Peggy Noonan had an excellent column Saturday that I hope you can read (since I'm a subscriber, it's hard for me to tell whether the links I post to the WSJ are subscriber-only or not).
It's about how the U.S. Marine Corps dealt with its own culpability in a tragic plane crash that killed civilians on the ground back in December.
Ms. Noonan's point was to contrast the way the Corps owned up and held its own folks accountable, contrasted to the finger-pointing and blame-shifting that we are used to seeing inside the Beltway, and in the corporate world.
I read it shortly after finishing my Sunday column, in which I decried the tawdry Beltway obsession with the partisan spin-cycle topic of the day, so the contrast was particularly marked in my mind.
Hope you can read the whole thing. At the very least, though, here's an excerpt:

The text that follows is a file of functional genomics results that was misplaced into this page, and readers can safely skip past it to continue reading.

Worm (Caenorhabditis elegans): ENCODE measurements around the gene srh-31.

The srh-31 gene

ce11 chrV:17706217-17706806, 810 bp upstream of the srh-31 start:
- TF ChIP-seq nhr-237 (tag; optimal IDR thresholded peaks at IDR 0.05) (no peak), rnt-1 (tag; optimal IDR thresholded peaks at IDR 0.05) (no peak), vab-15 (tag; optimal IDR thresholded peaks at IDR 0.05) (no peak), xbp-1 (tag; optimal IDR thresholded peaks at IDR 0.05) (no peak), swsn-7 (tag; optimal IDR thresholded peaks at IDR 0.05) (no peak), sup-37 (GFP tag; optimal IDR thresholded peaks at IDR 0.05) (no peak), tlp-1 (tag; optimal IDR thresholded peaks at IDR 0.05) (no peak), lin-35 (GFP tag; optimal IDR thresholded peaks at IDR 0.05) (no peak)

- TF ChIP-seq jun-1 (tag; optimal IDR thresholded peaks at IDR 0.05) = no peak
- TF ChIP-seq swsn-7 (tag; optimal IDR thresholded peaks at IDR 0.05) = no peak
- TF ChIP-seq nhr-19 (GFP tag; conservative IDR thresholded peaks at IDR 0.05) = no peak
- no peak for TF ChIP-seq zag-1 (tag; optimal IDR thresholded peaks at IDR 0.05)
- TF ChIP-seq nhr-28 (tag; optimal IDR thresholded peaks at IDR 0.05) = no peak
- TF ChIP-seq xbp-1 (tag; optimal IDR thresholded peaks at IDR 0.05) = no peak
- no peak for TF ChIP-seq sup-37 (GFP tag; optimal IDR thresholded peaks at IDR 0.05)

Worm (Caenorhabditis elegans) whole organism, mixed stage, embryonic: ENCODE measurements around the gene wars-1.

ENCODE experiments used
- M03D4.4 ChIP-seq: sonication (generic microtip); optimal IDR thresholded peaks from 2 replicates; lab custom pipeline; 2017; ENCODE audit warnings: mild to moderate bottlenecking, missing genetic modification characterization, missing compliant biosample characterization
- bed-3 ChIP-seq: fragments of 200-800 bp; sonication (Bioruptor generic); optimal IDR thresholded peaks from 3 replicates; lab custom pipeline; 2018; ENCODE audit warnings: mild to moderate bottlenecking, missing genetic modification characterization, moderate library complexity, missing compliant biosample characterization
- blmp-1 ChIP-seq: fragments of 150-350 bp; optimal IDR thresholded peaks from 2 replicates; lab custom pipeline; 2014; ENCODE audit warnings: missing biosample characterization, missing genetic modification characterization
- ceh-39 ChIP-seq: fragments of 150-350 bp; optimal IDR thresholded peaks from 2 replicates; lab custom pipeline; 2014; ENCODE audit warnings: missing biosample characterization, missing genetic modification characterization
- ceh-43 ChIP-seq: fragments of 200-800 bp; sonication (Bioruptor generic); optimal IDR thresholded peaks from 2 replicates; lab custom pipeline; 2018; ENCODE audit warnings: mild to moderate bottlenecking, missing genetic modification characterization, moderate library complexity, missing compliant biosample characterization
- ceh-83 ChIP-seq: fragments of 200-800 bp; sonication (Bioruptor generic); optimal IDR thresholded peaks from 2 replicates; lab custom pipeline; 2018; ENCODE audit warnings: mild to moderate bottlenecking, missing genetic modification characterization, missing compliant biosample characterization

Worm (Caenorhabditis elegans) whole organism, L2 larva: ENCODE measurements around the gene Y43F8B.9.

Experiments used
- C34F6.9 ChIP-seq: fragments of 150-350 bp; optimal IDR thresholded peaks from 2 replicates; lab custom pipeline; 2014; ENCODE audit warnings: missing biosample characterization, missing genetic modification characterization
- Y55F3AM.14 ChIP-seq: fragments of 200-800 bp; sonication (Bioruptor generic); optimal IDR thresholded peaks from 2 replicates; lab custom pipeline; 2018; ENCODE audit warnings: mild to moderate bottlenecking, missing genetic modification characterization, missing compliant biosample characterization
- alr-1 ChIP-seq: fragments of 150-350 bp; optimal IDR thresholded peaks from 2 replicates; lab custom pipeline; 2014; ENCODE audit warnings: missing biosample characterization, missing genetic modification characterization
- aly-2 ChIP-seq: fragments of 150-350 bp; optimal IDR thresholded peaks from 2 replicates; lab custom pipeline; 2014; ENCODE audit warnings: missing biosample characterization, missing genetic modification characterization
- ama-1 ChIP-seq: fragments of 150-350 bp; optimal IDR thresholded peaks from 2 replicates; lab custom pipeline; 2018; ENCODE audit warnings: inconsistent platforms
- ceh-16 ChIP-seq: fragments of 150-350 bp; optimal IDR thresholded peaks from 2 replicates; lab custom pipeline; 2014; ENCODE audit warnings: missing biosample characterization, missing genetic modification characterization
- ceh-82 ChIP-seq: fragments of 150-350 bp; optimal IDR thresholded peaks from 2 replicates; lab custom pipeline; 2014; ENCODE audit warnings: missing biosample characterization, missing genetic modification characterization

The day after the report I heard from a young Naval aviator in predeployment training north of San Diego. He flies a Super Hornet, sister ship to the plane that went down. He said the Marine investigation "kept me up last night" because of how it contrasted with "the buck-passing we see" in the government and on Wall Street. He and his squadron were in range of San Diego television stations when they carried the report's conclusions live. He'd never seen "our entire wardroom crowded around a television" before. They watched "with bated breath." At the end they were impressed with the public nature of the criticism, and its candor: "There are still elements within the government that take personal responsibility seriously." He found himself wondering if the Marines had been "too hard on themselves." "But they are, after all, Marines."